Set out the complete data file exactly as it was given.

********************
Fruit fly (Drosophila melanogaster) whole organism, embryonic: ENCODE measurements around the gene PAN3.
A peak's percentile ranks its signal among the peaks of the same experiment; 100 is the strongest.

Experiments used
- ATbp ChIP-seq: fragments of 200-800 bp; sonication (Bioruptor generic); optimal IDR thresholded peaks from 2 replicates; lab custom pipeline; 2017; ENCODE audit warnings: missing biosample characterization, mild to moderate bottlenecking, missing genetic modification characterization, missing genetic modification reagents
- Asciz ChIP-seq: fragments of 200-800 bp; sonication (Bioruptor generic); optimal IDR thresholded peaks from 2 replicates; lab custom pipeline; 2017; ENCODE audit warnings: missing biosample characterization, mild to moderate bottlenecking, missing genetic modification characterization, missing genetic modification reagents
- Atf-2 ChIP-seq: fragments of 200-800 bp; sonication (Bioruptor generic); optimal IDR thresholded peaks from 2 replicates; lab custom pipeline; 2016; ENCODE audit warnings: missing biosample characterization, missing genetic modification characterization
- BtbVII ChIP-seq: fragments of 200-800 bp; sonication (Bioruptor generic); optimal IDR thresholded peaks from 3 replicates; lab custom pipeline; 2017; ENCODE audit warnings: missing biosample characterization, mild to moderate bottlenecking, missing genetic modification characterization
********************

Fruit fly (Drosophila melanogaster) whole organism, embryonic: ENCODE measurements around the gene PAN3.
A peak's percentile ranks its signal among the peaks of the same experiment; 100 is the strongest.

Experiments used
- ATbp ChIP-seq: fragments of 200-800 bp; sonication (Bioruptor generic); optimal IDR thresholded peaks from 2 replicates; lab custom pipeline; 2017; ENCODE audit warnings: missing biosample characterization, mild to moderate bottlenecking, missing genetic modification characterization, missing genetic modification reagents
- Asciz ChIP-seq: fragments of 200-800 bp; sonication (Bioruptor generic); optimal IDR thresholded peaks from 2 replicates; lab custom pipeline; 2017; ENCODE audit warnings: missing biosample characterization, mild to moderate bottlenecking, missing genetic modification characterization, missing genetic modification reagents
- Atf-2 ChIP-seq: fragments of 200-800 bp; sonication (Bioruptor generic); optimal IDR thresholded peaks from 2 replicates; lab custom pipeline; 2016; ENCODE audit warnings: missing biosample characterization, missing genetic modification characterization
- BtbVII ChIP-seq: fragments of 200-800 bp; sonication (Bioruptor generic); optimal IDR thresholded peaks from 3 replicates; lab custom pipeline; 2017; ENCODE audit warnings: missing biosample characterization, mild to moderate bottlenecking, missing genetic modification characterization